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In DWI Prosecutions, NJ Should Not be Allowed to Sacrifice Accuracy for Economy


by in DWI Defense

Recently, the Law Division in Monmouth and Mercer Counties have issued divergent rulings regarding the use of Control Corp. software to calibrate the temperature probe used in the Alcotest breath testing machine. In Mercer, a judge ruled that substituting the accepted Ertco Hart unit with a less expensive unit was permissible. Most defense attorneys in NJ believe this to have been a very bad decision. More recently, a Judge sitting in Monmouth Superior ruled to the contrary.

In municipal court prosecutions, the defendant initiates discovery simply by making demand of the prosecutor. Rule 7:7-7(c). Both the Rules of Court and case law make it clear that it is the prosecutor’s unique function to be responsible for providing discovery when a request is made. Rule 7:7-7(a); State v. Polansky, 216 N.J. Super. 549 (Law Div. 1986); State v. Holup, 253 N.J.Super. 320 (App. Div. 1992).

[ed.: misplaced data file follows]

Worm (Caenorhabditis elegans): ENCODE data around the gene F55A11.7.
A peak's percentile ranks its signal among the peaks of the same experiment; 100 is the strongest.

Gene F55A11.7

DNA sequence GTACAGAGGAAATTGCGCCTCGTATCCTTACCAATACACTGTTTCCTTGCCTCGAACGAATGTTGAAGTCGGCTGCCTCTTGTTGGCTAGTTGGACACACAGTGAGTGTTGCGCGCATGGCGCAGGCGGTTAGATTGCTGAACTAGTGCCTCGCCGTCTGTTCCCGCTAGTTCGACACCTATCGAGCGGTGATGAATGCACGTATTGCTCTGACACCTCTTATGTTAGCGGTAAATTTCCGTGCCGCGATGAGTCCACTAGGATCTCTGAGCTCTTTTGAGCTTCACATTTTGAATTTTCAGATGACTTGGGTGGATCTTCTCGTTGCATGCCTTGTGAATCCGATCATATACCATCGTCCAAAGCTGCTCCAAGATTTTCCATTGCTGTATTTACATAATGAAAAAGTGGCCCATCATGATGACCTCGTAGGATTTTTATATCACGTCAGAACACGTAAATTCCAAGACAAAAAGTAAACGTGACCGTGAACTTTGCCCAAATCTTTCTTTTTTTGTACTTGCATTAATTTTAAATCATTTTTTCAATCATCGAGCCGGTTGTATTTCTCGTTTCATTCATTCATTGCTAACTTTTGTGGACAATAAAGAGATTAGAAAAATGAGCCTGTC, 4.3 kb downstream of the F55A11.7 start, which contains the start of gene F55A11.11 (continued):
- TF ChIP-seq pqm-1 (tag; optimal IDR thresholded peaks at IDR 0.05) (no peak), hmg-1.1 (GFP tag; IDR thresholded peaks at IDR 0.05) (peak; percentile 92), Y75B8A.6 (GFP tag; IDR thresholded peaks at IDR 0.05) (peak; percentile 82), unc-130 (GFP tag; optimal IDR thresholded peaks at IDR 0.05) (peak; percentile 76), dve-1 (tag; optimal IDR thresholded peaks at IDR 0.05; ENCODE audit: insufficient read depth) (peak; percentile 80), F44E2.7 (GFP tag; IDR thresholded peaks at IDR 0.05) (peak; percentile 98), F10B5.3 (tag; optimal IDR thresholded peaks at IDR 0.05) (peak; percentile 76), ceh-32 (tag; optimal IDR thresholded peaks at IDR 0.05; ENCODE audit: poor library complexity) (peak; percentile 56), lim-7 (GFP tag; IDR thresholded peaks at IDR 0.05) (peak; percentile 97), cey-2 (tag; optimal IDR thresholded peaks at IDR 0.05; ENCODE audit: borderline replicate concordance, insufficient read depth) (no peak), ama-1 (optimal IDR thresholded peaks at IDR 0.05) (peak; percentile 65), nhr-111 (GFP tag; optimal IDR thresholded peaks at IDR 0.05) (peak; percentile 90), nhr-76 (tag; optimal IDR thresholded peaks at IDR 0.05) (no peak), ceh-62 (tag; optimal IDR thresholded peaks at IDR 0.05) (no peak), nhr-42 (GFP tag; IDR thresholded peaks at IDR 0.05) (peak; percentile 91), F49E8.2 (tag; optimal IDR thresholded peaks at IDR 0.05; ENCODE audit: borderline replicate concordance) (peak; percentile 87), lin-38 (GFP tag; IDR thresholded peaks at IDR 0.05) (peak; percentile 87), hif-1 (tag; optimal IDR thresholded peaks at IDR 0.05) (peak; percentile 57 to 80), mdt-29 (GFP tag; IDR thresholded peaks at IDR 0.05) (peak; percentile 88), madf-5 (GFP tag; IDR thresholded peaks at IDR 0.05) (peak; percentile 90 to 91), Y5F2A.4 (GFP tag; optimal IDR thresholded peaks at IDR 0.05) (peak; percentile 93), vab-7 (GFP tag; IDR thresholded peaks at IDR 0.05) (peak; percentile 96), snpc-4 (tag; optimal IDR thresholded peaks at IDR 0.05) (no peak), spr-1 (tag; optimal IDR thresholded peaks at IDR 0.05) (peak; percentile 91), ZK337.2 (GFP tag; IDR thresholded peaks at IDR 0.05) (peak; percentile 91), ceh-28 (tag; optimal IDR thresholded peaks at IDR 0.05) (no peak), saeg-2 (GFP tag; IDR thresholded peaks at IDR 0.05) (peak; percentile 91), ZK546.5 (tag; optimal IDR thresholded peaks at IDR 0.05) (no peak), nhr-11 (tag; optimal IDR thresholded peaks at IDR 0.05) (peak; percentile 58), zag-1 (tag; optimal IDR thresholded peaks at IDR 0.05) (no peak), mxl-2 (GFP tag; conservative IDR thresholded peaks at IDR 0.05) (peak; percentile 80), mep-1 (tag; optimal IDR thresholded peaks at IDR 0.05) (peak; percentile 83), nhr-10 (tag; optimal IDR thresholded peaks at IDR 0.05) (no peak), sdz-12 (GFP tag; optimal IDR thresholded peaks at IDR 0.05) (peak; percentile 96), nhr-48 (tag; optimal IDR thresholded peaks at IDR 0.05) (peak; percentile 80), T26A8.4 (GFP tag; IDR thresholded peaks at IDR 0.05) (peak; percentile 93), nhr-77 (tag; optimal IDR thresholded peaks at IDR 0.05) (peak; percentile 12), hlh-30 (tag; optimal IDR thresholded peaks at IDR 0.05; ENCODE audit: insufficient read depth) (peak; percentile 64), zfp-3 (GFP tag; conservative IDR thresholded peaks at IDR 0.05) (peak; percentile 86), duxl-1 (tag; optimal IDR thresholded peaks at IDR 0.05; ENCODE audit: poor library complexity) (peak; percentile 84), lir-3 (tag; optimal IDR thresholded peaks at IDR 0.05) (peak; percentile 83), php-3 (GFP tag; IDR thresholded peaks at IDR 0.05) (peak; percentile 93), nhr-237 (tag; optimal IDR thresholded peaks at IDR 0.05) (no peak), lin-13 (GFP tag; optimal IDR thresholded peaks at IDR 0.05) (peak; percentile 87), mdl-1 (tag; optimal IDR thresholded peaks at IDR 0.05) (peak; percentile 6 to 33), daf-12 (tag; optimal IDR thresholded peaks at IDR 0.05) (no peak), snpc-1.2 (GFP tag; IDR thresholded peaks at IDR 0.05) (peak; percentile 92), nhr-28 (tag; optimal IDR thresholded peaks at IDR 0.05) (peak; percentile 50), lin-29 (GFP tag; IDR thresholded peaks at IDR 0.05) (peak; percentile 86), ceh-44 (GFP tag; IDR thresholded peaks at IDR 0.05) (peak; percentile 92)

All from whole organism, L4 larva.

The New Jersey Supreme Court specifically mentions the Ertco-Hart digital thermometer system, manufactured by Fluke Company, four distinct times in its opinion in Chun. First, under a point heading titled “Requirements Prior to the Admissibility of Alcotest Evidence,” the Court states:

Our analysis of the general scientific reliability of the Alcotest is grounded, in part, on our expectation that there will be proof that the particular device that has generated an AIR being offered into evidence was in good working order and that the operator of the device was appropriately qualified to administer the test. This requirement that the test results be supported by foundational proofs for admissibility has been part of our jurisprudence since we decided Romano. There we demanded that, as a precondition for admissibility of the results of a breathalyzer, the State was required to establish that: (1) the device was in working order and had been inspected according to procedure; (2) the operator was certified; and (3) the test was administered according to official procedure. Romano, supra, 96 N.J. at 81, 474 A.2d 1.